David S. Allee: Dark Day

David S. Allee: Dark Day

David S. Allee: Dark Day

David S. Allee: Dark Day

David S. Allee: Dark Day

David S. Allee: Dark Day

David S. Allee: Dark Day

David S. Allee: Dark Day

David S. Allee: Dark Day

David S. Allee

Dark Day

January 6 – February 19, 2011

Morgan Lehman Gallery is pleased to present Dark Day, an exhibition of new photographs by David S. Allee.

Allee derived the name of this series, and its theme, from the manner in which he captured the images. In much of his earlier work, he photographed locations at night with intense artificial light and extremely long exposures, catching unreal landscapes in a nether time somewhere between night and day. For Dark Day, he did the opposite. The images for this series were shot on bright sunny days, using tiny apertures and the highest shutter speeds possible, with exposures reaching 1/10,000th of a second. This work captures the texture of the sun’s brightest reflections by letting as little light as possible into the camera, enabling us to see something we wouldn’t normally be able to see—a kind of dog-whistle light that leaves everything else in the photographs underexposed and dark.

In this series, the light re-imagines many different structures and places in the cityscape. In 4:02PM, for example, the sun’s intense reflection on an aboveground subway car filled with commuters re-imagines this everyday scene with an unusual opacity and unexpected starkness. Additionally, a number of the images are of glass office buildings, which capture and provide the bursts of blinding light that move and flash across the skyline throughout a sunny day. The light doesn’t penetrate them, nor does it illuminate- for our purposes anyway- the veiled things that go on inside the subjects here; such places as the World Financial Center, Trump International Hotel, and the headquarters of Goldman Sachs and Citigroup.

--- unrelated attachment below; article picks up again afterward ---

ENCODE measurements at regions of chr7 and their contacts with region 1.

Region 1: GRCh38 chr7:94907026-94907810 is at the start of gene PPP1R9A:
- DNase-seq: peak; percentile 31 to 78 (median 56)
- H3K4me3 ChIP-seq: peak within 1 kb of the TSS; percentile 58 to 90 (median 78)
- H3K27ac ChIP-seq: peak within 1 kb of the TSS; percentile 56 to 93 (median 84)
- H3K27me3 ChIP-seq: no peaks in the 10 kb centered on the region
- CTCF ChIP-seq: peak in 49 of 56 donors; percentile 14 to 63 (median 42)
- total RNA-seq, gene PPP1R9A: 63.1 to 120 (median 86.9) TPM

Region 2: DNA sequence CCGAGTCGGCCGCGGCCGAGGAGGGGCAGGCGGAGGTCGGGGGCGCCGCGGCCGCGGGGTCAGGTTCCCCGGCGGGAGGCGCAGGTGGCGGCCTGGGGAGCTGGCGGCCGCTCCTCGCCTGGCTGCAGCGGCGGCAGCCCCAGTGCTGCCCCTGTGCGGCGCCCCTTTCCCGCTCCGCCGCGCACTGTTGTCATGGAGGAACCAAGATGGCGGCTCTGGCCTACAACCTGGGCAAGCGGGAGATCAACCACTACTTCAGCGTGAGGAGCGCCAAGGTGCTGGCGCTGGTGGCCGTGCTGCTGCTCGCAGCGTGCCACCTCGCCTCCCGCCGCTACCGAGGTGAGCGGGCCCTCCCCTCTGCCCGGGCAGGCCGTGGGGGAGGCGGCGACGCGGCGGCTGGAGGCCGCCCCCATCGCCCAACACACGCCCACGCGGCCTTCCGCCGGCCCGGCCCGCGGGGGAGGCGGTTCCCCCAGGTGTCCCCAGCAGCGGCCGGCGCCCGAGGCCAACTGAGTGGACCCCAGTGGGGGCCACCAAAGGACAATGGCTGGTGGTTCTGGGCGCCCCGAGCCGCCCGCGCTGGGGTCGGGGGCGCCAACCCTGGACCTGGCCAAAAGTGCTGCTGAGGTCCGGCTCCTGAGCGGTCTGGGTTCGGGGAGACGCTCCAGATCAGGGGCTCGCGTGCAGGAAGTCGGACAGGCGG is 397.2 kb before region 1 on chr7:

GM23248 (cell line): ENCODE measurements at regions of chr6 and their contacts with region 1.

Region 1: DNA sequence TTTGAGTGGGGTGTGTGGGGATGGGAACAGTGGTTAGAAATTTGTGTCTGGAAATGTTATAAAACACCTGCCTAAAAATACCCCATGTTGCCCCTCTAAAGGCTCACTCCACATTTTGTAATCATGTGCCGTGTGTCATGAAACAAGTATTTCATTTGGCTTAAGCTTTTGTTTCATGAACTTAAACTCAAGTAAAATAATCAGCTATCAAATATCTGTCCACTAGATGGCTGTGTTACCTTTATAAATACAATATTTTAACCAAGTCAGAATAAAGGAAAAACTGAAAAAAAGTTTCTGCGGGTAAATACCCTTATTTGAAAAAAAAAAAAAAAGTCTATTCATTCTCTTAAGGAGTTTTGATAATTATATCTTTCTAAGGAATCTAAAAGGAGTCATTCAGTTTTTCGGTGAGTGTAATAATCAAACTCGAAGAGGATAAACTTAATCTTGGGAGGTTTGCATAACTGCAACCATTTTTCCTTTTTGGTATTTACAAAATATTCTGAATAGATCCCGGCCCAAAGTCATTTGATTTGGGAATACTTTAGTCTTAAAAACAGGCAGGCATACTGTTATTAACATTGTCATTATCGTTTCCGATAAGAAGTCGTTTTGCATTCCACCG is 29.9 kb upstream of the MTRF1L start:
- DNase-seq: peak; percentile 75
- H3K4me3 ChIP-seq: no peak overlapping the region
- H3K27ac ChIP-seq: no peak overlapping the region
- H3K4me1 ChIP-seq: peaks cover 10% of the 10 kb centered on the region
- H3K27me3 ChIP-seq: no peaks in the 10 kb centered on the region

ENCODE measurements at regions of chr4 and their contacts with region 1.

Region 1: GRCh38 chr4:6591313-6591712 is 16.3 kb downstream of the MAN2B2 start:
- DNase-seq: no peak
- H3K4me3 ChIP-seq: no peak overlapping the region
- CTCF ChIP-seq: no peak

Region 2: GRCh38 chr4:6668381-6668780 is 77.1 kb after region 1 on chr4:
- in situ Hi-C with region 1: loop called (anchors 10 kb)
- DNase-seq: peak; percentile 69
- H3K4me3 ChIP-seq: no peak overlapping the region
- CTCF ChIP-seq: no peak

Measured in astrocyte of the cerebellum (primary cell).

We can be forgiven for thinking that these are troubled times—or, as these images might suggest, dark days. And yet ultimately these images, like all photographs, are of light. It takes eight minutes and nineteen seconds for sunlight to reach earth and we perceive it, in its various incarnations, in nanoseconds. With the sun itself comprising nearly 99.9 percent of the solar system’s total mass, perhaps it should be no surprise then, as these photographs reveal, that it’s possible to find light in the darkness.

Allee received an MFA in Photography from the School of Visual Arts where he was granted the David Ruttenberg Prize for Outstanding Photography. His work has been published extensively in the New Yorker, New York Magazine and Metropolis Magazine. His work has been included in exhibitions at the Museum of Modern Art and The Tampa Museum of Art, and is in the permanent collections of the Bronx Museum of the Arts and the Knoxville Museum of Art among others.

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